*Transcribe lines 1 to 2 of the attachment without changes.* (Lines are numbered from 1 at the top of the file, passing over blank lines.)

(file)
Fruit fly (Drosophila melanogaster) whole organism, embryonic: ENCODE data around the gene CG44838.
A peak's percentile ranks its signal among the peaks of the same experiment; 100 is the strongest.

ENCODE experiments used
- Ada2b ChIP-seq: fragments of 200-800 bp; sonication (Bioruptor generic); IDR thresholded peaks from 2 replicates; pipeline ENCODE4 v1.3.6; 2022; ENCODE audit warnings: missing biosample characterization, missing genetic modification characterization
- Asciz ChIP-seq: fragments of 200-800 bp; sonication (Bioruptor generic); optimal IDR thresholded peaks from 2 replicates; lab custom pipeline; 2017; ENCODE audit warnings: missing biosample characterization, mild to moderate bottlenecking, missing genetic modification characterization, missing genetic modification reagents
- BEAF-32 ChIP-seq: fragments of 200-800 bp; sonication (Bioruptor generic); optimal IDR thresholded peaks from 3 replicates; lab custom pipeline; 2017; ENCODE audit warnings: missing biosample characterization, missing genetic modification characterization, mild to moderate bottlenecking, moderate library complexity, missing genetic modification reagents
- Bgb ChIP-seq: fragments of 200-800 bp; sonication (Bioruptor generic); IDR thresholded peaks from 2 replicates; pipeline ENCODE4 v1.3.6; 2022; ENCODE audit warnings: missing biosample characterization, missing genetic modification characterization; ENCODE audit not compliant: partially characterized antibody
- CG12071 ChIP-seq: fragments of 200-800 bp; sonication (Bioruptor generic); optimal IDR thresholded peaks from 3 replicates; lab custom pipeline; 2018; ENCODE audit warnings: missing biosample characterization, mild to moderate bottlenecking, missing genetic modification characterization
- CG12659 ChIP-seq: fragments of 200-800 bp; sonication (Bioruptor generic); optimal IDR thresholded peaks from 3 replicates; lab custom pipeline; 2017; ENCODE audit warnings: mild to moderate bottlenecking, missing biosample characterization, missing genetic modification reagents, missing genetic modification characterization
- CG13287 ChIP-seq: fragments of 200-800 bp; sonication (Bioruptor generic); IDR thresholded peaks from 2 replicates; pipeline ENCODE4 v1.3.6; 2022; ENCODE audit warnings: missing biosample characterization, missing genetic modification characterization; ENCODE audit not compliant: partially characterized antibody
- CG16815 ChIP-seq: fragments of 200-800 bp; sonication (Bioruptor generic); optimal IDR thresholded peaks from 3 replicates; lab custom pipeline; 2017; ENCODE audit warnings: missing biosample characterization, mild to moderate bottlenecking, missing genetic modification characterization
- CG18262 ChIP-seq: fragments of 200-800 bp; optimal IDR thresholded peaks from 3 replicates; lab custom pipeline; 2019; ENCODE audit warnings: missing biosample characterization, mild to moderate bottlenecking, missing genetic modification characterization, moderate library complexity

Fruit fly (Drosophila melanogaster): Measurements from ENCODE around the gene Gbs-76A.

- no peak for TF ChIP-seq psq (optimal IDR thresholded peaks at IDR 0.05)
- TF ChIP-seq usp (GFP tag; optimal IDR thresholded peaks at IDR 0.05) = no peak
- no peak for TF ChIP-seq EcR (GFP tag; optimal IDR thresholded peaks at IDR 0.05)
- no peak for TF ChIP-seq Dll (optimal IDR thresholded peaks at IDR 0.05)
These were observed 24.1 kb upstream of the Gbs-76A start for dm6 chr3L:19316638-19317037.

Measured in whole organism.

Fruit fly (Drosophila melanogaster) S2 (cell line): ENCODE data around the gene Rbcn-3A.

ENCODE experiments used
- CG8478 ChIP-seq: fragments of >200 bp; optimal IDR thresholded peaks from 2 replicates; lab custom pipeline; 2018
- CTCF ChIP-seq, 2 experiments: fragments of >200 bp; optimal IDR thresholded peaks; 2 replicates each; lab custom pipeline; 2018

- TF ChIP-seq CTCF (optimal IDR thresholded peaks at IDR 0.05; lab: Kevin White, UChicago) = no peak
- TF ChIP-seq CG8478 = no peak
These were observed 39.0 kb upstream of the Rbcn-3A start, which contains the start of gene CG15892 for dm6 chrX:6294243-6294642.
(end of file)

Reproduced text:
Fruit fly (Drosophila melanogaster) whole organism, embryonic: ENCODE data around the gene CG44838.
A peak's percentile ranks its signal among the peaks of the same experiment; 100 is the strongest.